My only personal history with the island was knowing people who had honeymooned there and my grandmother had a good friend who sailed the Newport to Bermuda race several years in a row. Bermuda was associated with wealthy East Coasters who needed a getaway. Sometimes you hear the word Bermuda sprinkled into an old movie “Oh well, they went to Bermuda, you know.” and that would lend an air of wealth.

That was it, that was all we could learn that night...we conjured up this tropical rock in the middle of the ocean in our minds. It was getting late and I still didn’t know who Py had spoken to on the phone...who was this mystery caller that asked him to come work in Bermuda?

“That was A. -- he’s a graduate student and he and a couple of engineering students won some international programming contest recently -- they engineered a stock trading system that predicts markets...its supposed to remove the human element from trading, as in Traders, those guys who yell and scream and fight the markets all day. Their system got the attention of this guy, Gold Finger, out in Bermuda. He has hired them and they are headed out there to further develop this system. And they need a Systems Engineer...that’s me.”

I couldn’t believe it. This was a completely unexpected turn of events. We were two working stiffs basically -- he worked at the university and I worked at a big non-profit international environmental organization. We lived in a funky old rented house in Durham, NC with our big dog Jack and our two cats, Bill and Marley. We were hoping someday we might have enough money to buy a house. Suddenly we were faced with a Once In A Lifetime choice.

I had a million questions and none of them could be answered that night. We were going to have to go to the library the next day and do research! We hemmed and hawed -- one moment we said, “Of course we are going to do this!” and the next “This might be too risky for us -- so far away from home.” But that night before we went to bed, we decided we were going to go for it -- that if we didn’t do it, we would regret it for the rest of our lives. We would always ask ourselves what would life have been like if we had gone to Bermuda?

But other questions raced through my head all that night. I could barely sleep. Where would we live on the island? Could I work too? Could we take our animals? I would not go if I could not take my dog and my cats! What did the island look like? Was it safe there? What side of the road did they drive on? Who was this Gold Finger guy anyway? Who was going to pay for all this? Moving? What would we take with us? What would we leave behind? If something happened, how would we get home? So many questions, so many...and finally I think I drifted off to sleep.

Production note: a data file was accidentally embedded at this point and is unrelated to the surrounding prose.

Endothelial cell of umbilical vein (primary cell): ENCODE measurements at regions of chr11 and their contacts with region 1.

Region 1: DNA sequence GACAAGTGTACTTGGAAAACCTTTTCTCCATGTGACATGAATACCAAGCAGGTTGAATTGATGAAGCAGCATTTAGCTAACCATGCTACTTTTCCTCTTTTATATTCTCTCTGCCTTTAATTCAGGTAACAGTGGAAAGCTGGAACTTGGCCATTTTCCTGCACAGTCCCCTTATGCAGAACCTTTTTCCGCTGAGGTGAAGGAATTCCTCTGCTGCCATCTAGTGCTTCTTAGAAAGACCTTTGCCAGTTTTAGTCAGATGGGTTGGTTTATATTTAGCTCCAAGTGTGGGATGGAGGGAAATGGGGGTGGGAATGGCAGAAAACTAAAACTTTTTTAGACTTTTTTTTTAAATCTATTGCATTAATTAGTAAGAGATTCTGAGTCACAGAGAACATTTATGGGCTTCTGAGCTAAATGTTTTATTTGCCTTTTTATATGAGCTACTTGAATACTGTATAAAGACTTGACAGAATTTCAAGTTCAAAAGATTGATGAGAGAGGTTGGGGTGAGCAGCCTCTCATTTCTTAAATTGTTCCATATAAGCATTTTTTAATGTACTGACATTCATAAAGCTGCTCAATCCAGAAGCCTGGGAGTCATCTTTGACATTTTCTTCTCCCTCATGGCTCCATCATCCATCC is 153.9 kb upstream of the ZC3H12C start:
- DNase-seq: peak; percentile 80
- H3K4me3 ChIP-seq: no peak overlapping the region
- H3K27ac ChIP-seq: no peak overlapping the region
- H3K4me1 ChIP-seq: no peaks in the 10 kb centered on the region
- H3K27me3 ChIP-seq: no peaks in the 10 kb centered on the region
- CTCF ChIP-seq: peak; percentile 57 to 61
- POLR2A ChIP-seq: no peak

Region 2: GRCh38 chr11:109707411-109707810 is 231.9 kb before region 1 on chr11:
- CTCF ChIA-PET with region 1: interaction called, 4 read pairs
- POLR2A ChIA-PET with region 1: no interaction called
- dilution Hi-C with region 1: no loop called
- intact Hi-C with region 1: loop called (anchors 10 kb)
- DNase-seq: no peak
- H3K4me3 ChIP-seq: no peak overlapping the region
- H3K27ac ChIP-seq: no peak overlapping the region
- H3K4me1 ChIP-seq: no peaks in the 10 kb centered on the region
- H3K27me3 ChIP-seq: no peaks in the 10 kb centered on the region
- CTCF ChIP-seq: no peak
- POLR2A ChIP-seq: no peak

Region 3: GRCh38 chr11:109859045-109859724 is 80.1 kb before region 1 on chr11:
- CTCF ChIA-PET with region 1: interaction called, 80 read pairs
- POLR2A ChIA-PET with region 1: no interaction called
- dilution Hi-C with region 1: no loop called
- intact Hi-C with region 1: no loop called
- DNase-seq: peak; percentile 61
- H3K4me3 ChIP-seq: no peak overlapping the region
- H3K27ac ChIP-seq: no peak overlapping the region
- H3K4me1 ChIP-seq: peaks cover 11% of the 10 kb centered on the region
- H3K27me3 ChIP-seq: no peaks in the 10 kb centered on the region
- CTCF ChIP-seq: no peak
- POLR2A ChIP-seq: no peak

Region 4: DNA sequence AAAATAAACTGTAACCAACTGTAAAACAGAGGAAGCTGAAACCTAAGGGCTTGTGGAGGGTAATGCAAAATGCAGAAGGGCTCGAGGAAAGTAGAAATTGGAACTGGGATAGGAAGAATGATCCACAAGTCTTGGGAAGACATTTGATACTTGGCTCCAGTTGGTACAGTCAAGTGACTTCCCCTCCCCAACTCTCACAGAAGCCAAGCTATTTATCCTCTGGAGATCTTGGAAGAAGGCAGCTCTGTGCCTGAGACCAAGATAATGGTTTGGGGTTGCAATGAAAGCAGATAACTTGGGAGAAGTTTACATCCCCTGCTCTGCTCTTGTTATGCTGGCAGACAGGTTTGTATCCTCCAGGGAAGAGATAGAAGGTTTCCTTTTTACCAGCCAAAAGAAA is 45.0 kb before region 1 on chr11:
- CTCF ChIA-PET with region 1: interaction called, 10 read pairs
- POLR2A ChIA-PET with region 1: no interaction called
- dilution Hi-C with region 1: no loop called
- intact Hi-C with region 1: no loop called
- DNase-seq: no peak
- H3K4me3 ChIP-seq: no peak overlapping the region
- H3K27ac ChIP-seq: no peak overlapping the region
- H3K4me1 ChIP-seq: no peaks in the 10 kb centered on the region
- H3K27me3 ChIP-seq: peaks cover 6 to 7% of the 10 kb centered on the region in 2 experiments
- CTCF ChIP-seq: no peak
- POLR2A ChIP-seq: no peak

Friday, October 2, 2009

E.B. White says...

From E.B. White's Writings from the New Yorker 1927 -1976:

Moon Landing

The Moon, it turns out, is a great place for men. One-sixth gravity must be a lot of fun, and when Armstrong and Aldrin** went into their bouncy little dance, like two happy children, it was a moment not only of triumph but of gaiety. The moon, on the other hand, is a poor place for flags. Ours looked stiff and awkward, trying to float on the breeze that does not blow. (There must be a lesson here somewhere.) It is traditional, of course, for explorers to plant the flag, but it struck us , as we watched with awe and admiration and pride, that our two fellows were universal men, not national men, and should have been equipped accordingly. Like every great river and every great sea, the moon belongs to none and belongs to all. It still holds the key to madness, still controls the tides that lap on shores everywhere, still guards the lovers who kiss in every land under no banner but the sky. What a pity that in our moment of triumph we did not forswear the familiar Iwo Jima scene and plant instead a device acceptable to all: a limp white handkerchief, perhaps a symbol of the common cold, which, like the moon, affects us all, unites us all.

**During the Apollo 11 mission, Neil Armstrong and Edwin "Buzz" Aldrin took the first steps on the moon July 20, 1969 ("One small step for man, one giant leap for mankind.")